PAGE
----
For the first time, get an underground peek inside Italy's Colosseum

Add this stop to your itinerary

A view of the Colosseum and the hypogea during the press conference for Tod's second phase of the restoration of the Flavian Amphitheater and the opening of the hypogea on June 25, 2021 in Rome, Italy.
(Image credit: Franco Origlia/Getty Images)

Rome is just one of the many cities filled with rich history and stunning monuments to explore. If you're planning a trip to the city anytime soon, now, visitors can get a deeper look into the famous Colosseum.

For travelers looking to take a break from the van life this summer, or anyone whose thought about renovating a home in an Italian village, make sure you add the Colosseum to your travel itinerary. Now, after completing a two-year restoration project, visitors can now explore the underground levels for the first-time ever.


More from woman& home:
• The UK's best nudist beaches for families and couples
• This pretty Italian village is selling houses for one euro each—don't miss out
• Wild camping in Scotland—everything you need to know


A view of the Colosseum and the hypogea during the press conference for Tod's second phase of the restoration of the Flavian Amphitheater and the opening of the hypogea on June 25, 2021 in Rome, Italy.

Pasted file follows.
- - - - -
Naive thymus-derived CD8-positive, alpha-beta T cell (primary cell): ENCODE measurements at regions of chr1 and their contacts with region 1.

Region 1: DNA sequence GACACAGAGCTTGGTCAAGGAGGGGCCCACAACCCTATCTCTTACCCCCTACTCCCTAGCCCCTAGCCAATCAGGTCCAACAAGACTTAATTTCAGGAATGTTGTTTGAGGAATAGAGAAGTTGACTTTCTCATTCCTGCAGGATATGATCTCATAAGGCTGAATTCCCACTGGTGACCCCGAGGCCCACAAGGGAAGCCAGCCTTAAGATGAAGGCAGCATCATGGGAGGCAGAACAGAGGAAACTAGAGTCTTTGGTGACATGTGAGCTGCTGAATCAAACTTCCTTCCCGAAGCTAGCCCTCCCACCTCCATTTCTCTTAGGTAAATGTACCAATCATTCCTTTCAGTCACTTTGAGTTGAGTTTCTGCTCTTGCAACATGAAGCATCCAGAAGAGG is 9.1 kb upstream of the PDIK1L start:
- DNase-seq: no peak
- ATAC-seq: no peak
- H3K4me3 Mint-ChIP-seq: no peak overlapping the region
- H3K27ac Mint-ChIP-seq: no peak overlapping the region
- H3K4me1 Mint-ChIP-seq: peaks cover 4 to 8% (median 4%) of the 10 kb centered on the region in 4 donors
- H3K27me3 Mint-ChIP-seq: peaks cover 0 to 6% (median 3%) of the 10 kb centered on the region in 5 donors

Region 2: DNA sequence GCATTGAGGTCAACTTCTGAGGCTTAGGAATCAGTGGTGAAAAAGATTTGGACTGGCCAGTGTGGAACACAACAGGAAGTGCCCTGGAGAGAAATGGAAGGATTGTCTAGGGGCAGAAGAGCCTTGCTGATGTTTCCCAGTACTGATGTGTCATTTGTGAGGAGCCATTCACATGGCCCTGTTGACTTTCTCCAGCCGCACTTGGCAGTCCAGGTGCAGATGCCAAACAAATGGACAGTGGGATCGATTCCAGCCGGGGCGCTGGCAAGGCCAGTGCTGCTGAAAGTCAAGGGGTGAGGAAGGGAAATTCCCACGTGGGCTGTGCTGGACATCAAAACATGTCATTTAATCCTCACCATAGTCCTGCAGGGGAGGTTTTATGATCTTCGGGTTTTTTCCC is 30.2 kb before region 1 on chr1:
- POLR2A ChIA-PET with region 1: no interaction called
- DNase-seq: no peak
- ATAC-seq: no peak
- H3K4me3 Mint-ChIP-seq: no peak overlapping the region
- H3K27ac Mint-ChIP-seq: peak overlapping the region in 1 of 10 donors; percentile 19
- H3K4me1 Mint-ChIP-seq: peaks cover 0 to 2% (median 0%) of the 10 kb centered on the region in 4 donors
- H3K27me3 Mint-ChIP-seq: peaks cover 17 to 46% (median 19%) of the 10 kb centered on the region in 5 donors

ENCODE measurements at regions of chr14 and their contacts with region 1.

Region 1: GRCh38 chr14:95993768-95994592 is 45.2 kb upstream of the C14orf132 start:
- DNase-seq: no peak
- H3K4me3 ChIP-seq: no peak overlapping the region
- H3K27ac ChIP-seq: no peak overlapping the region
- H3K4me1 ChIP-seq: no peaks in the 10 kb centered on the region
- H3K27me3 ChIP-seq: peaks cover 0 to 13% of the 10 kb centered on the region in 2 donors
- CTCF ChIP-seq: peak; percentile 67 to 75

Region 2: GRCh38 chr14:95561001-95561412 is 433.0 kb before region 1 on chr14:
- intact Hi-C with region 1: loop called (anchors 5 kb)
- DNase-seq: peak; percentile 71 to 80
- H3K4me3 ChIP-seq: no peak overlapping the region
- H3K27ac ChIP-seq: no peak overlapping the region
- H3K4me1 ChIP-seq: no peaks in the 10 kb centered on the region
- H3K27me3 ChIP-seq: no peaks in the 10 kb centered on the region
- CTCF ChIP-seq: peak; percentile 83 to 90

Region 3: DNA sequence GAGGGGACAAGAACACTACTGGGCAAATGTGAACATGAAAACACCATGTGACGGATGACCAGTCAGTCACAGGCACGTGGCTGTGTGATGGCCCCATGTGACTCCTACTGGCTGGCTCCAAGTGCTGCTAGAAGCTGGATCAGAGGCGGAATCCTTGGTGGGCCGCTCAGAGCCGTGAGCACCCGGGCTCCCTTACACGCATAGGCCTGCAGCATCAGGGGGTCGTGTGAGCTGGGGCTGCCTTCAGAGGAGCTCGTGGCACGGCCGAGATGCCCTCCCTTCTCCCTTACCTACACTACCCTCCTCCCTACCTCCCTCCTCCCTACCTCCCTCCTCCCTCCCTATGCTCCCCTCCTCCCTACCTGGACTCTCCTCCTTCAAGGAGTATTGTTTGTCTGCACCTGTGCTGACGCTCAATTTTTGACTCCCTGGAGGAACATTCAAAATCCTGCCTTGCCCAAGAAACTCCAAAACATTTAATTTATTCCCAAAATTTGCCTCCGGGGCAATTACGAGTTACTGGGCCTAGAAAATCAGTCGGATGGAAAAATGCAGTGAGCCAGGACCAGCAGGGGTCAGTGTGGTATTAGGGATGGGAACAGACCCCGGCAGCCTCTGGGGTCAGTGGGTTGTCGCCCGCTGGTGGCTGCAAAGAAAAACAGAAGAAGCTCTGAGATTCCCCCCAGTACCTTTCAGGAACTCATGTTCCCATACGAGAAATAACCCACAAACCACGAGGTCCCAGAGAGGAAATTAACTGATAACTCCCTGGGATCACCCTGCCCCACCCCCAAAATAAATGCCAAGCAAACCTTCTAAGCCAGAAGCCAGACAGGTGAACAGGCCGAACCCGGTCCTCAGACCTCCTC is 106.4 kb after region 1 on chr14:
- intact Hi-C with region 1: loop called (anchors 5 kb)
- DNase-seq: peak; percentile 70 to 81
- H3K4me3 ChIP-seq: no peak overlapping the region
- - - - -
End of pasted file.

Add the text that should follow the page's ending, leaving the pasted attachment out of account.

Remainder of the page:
(Image credit: Franco Origlia/Getty Images)

Experience walking along the subterranean level of this wonder of the world, which has been restored to include wooden pathways for easier access. In its original form, this monument housed wild animals and gladiators in preparation for violent fights. Now, the only thing tourists will be expected to fight are lines to get in.

In the past, the Colosseum was also illuminated by candles. Since then, the main level was removed, allowing natural light to spill through. The restoration project was led by Italy's Ministry of Culture and funded by Diego Della Valle, the founder, and CEO of the Italian fashion brand Tod's.

During the unveiling ceremony, the director of the Colosseum Archaeological Park, Alfonsina Russo, spoke on how she hopes the restoration will provide visitors with a deeper understanding of how the Colosseum originally functioned.

"This restoration is absolutely important for the archaeological research because it enables us to reconstruct its history," she told CNN. "This was the backstage of the shows that went on in the area."

A group of reporters and guests enter the Hypogea area of the Colosseum ahead of a press conference to present the end of second stage of the monument's restorations, in Rome, Italy, on June 25, 2021.

(Image credit: Riccardo De Luca/Anadolu Agency via Getty Images)

This isn't the end of restoration plans though. To further immerse guests in history, plans have already begun to build a lightweight and retractable stage which will cover the subterranean levels. This will help enable visitors to view the monument like gladiators once did, while also being available as a hosting place for cultural events.

Rylee Johnston
Rylee Johnston

Rylee is a digital news writer for woman&home and My Imperfect Life. She covers everything from beauty and fashion trends to celebrity and entertainment news.